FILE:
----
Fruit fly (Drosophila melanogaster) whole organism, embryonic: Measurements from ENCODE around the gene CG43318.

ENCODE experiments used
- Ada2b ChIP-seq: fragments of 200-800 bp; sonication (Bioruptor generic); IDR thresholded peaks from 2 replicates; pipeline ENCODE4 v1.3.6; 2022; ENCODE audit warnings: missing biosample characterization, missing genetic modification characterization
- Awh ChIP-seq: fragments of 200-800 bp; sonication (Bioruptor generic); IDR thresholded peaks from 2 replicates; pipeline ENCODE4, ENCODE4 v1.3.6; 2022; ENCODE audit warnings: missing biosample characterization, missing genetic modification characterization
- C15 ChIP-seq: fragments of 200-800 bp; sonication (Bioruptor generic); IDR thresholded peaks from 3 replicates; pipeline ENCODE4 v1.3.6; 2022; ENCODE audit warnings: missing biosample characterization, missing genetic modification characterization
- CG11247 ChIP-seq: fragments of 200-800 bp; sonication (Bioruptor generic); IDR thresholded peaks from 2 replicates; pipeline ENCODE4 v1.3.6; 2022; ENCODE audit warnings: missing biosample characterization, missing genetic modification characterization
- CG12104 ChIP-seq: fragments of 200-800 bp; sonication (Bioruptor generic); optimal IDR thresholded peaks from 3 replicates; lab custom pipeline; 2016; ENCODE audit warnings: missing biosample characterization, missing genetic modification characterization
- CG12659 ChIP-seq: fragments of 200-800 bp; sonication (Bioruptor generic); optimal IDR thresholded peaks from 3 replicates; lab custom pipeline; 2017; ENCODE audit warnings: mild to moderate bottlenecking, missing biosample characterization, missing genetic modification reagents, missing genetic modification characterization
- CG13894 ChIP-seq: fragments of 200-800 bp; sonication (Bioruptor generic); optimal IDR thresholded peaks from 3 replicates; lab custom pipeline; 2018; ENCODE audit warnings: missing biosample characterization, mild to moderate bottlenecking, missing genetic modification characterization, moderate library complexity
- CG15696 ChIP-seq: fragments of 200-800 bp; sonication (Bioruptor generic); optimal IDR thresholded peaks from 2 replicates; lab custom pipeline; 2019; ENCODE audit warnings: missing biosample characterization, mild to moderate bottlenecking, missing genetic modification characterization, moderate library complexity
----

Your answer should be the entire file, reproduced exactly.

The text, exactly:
Fruit fly (Drosophila melanogaster) whole organism, embryonic: Measurements from ENCODE around the gene CG43318.

ENCODE experiments used
- Ada2b ChIP-seq: fragments of 200-800 bp; sonication (Bioruptor generic); IDR thresholded peaks from 2 replicates; pipeline ENCODE4 v1.3.6; 2022; ENCODE audit warnings: missing biosample characterization, missing genetic modification characterization
- Awh ChIP-seq: fragments of 200-800 bp; sonication (Bioruptor generic); IDR thresholded peaks from 2 replicates; pipeline ENCODE4, ENCODE4 v1.3.6; 2022; ENCODE audit warnings: missing biosample characterization, missing genetic modification characterization
- C15 ChIP-seq: fragments of 200-800 bp; sonication (Bioruptor generic); IDR thresholded peaks from 3 replicates; pipeline ENCODE4 v1.3.6; 2022; ENCODE audit warnings: missing biosample characterization, missing genetic modification characterization
- CG11247 ChIP-seq: fragments of 200-800 bp; sonication (Bioruptor generic); IDR thresholded peaks from 2 replicates; pipeline ENCODE4 v1.3.6; 2022; ENCODE audit warnings: missing biosample characterization, missing genetic modification characterization
- CG12104 ChIP-seq: fragments of 200-800 bp; sonication (Bioruptor generic); optimal IDR thresholded peaks from 3 replicates; lab custom pipeline; 2016; ENCODE audit warnings: missing biosample characterization, missing genetic modification characterization
- CG12659 ChIP-seq: fragments of 200-800 bp; sonication (Bioruptor generic); optimal IDR thresholded peaks from 3 replicates; lab custom pipeline; 2017; ENCODE audit warnings: mild to moderate bottlenecking, missing biosample characterization, missing genetic modification reagents, missing genetic modification characterization
- CG13894 ChIP-seq: fragments of 200-800 bp; sonication (Bioruptor generic); optimal IDR thresholded peaks from 3 replicates; lab custom pipeline; 2018; ENCODE audit warnings: missing biosample characterization, mild to moderate bottlenecking, missing genetic modification characterization, moderate library complexity
- CG15696 ChIP-seq: fragments of 200-800 bp; sonication (Bioruptor generic); optimal IDR thresholded peaks from 2 replicates; lab custom pipeline; 2019; ENCODE audit warnings: missing biosample characterization, mild to moderate bottlenecking, missing genetic modification characterization, moderate library complexity